Quantity selected exceeds current stock
Michael Graves’ formal style blends influences from the European tradition, Art Deco, American “pop”, and flashes of pre-Columbian culture. He has shown he can bewitch the public like only very few of the designers with whom I’ve worked.
Born in Indianapolis, he teaches architecture in Princeton since 1962. His architectural works include the Portland Building and the Humana Building, the extension of the Whitney Museum of American Art, and the Newark Museum. He created the best-selling 9093 kettle for Alessi. Michael Graves died in 2015.
Kitchen timer in thermoplastic resin. Mechanical movement.
Diameter (inch): 4.14"
Height (inch): 3.54"
“A true design work must move people, convey emotions, bring back memories, surprise, and go against common thinking.”
Making the ordinary extraordinary. Creating everyday objects that are interesting and desirable, where aesthetics, functionality and quality find their balance in a cultural and emotional dimension that charms and surprises.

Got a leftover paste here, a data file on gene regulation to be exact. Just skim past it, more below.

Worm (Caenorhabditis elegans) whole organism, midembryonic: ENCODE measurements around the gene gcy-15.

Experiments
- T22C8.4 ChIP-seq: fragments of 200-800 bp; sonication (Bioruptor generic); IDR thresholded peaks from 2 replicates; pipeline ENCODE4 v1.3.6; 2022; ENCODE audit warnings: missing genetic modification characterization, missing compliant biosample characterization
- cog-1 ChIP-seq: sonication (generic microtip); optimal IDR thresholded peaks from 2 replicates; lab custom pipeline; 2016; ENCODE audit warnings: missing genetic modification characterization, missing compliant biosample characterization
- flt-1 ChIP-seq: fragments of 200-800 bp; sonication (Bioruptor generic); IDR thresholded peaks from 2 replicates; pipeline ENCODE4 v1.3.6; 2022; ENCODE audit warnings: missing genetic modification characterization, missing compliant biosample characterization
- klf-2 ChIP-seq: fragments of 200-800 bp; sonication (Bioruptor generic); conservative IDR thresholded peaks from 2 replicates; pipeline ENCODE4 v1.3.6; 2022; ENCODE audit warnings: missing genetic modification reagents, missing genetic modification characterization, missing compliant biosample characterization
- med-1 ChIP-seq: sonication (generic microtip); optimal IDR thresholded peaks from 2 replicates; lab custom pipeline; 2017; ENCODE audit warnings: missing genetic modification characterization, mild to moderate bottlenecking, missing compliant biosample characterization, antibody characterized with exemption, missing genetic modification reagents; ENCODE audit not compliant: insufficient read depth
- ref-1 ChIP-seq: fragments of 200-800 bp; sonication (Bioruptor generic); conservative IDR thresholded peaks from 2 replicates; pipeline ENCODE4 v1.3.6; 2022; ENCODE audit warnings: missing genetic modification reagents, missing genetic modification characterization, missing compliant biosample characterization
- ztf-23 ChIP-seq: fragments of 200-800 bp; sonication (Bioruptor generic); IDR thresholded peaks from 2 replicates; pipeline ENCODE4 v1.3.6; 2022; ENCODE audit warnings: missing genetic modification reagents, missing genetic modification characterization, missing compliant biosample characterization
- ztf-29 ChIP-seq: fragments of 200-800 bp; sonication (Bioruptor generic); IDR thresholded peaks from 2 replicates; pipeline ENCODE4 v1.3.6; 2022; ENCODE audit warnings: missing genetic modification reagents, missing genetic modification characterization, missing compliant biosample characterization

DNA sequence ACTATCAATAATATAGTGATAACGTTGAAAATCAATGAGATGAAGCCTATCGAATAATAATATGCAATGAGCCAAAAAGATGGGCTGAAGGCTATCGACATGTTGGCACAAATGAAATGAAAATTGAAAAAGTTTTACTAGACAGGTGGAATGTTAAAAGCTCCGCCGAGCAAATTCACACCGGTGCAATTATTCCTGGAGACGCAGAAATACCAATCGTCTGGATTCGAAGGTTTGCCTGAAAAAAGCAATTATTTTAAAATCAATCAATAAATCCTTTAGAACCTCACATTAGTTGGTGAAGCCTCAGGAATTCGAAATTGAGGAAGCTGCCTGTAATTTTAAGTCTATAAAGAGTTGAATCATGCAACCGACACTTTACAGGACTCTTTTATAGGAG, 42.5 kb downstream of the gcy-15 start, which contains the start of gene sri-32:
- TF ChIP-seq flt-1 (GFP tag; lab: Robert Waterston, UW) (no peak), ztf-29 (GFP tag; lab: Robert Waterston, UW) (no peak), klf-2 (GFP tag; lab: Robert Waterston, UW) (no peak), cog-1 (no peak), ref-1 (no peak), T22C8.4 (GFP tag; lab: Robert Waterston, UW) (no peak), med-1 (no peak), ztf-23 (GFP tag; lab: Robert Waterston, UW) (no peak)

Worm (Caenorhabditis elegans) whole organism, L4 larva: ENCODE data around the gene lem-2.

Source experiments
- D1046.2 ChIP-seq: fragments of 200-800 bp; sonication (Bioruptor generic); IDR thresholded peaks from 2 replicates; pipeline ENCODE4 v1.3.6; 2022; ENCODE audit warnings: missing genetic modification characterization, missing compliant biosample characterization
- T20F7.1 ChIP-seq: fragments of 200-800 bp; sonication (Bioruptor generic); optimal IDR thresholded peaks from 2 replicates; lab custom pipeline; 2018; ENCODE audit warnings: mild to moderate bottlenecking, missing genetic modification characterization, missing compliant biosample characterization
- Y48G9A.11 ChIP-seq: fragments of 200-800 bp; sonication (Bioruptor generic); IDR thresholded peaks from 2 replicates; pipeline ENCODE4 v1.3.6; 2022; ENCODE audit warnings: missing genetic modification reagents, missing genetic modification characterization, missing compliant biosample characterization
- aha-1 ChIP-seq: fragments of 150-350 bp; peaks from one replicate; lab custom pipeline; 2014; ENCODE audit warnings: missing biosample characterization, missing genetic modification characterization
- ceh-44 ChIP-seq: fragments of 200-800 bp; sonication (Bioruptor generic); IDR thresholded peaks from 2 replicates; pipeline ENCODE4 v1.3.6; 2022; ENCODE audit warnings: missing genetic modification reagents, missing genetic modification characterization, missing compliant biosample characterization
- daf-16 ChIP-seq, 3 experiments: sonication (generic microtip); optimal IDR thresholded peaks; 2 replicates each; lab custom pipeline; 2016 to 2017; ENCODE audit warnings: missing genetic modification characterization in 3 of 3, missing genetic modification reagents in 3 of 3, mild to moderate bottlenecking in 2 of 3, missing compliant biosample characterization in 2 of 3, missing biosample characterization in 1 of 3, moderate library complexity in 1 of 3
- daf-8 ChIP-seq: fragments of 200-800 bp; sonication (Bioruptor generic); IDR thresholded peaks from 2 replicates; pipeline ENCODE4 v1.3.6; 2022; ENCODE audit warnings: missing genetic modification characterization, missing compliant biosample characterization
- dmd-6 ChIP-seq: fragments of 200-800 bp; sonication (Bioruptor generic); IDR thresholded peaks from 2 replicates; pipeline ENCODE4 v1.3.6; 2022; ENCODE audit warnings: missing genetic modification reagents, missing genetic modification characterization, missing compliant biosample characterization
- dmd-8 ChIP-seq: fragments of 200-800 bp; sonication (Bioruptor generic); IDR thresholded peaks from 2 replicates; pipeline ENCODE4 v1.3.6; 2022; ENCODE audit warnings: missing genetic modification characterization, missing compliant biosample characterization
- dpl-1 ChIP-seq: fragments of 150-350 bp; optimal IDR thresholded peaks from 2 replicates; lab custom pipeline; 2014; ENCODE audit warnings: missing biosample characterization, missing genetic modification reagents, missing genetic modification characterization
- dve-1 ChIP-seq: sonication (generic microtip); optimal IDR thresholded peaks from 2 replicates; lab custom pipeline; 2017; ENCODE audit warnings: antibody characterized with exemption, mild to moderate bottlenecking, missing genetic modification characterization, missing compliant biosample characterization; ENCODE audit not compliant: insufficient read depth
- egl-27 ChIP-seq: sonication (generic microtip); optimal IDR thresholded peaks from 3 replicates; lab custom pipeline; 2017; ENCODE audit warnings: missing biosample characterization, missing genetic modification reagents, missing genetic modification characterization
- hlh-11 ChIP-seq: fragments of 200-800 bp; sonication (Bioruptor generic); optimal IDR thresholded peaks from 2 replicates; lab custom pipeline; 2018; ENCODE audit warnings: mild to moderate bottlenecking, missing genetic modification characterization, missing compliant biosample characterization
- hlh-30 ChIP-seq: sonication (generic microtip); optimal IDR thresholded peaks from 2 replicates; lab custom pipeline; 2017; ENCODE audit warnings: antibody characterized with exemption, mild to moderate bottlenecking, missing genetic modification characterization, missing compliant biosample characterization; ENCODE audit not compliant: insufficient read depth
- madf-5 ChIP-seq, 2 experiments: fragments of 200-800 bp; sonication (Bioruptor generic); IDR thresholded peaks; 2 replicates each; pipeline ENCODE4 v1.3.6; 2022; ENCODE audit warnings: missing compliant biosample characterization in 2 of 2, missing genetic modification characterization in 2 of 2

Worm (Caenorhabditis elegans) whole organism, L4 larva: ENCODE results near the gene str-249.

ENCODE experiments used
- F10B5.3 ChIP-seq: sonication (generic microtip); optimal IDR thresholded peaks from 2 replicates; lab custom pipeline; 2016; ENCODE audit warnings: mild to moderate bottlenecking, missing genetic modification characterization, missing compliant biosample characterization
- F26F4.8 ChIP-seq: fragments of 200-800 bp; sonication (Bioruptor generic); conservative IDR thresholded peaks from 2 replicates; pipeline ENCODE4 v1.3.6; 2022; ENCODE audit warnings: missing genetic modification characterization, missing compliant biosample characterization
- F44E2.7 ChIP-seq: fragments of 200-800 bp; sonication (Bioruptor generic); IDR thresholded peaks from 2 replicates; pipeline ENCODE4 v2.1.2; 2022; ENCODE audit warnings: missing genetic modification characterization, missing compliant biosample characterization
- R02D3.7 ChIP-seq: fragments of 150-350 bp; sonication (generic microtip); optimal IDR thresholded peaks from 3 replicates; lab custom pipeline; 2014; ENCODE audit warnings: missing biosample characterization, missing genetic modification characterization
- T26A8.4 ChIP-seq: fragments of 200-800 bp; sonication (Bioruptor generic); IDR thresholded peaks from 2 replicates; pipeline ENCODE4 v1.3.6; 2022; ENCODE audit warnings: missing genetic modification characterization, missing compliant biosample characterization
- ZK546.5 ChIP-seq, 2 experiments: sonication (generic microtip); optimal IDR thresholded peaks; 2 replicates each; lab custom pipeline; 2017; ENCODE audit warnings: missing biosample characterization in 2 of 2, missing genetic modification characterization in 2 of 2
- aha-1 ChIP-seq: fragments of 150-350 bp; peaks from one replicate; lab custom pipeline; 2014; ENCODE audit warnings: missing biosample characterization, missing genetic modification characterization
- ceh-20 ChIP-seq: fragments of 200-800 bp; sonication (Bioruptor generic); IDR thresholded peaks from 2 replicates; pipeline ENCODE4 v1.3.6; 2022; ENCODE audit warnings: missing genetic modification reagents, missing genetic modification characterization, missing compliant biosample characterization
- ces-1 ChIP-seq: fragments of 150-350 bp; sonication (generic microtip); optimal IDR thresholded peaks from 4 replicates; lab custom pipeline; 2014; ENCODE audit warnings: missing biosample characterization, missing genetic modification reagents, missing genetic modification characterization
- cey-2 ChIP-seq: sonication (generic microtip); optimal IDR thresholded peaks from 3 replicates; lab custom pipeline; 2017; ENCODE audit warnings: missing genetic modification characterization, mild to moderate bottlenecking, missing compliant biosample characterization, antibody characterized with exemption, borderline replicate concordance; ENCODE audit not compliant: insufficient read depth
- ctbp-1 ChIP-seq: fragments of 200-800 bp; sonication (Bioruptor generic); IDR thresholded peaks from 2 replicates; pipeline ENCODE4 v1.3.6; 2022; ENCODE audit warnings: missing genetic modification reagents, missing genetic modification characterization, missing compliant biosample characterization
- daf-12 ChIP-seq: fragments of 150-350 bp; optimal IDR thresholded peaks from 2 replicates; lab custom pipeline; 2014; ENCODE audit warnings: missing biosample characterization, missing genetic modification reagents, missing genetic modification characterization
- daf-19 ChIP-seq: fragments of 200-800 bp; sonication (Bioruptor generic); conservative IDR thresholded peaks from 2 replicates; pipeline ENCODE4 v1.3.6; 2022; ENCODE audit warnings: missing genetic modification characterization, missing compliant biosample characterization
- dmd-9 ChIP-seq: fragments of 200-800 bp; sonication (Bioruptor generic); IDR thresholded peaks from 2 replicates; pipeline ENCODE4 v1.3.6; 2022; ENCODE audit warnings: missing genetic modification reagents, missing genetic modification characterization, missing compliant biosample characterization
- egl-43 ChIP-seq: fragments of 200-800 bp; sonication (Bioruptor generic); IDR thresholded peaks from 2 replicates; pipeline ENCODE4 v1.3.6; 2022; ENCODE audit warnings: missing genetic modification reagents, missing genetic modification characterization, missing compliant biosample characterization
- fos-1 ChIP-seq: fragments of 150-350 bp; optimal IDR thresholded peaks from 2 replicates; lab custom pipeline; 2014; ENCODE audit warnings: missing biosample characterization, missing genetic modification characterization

Alessi’s commitment is to translate the search for the most advanced cultural, aesthetic, executive and functional quality into industrial mass production. It has been called a “Factory of dreams” and its aim is to respond, with its products, to the need for happiness, for Art and Poetry, a need shared by the whole of mankind.
Alessi is not a production industry in the traditional sense, but a sort of laboratory of industrial research into applied arts. Open to change and to international development, the company is also deeply rooted in tradition and in the cultural background of its territory: Alessi continues to be synonymous with artisan products made with the help of machinery.
Since 1921, the year in which the firm was established, most Alessi objects have been created via cold processing of the metals and, even today, are still made in Italy by highly skilled craftsmen at the factory in Crusinallo, Omegna, In recent decades, Alessi has also included many other materials in its catalogue, such as wood, porcelain, glass, plastic, etc. Strict quality standards are applied to each of them, with constant mediation between the technological complexity of industrial production and the attention to details typical of craftsmanship.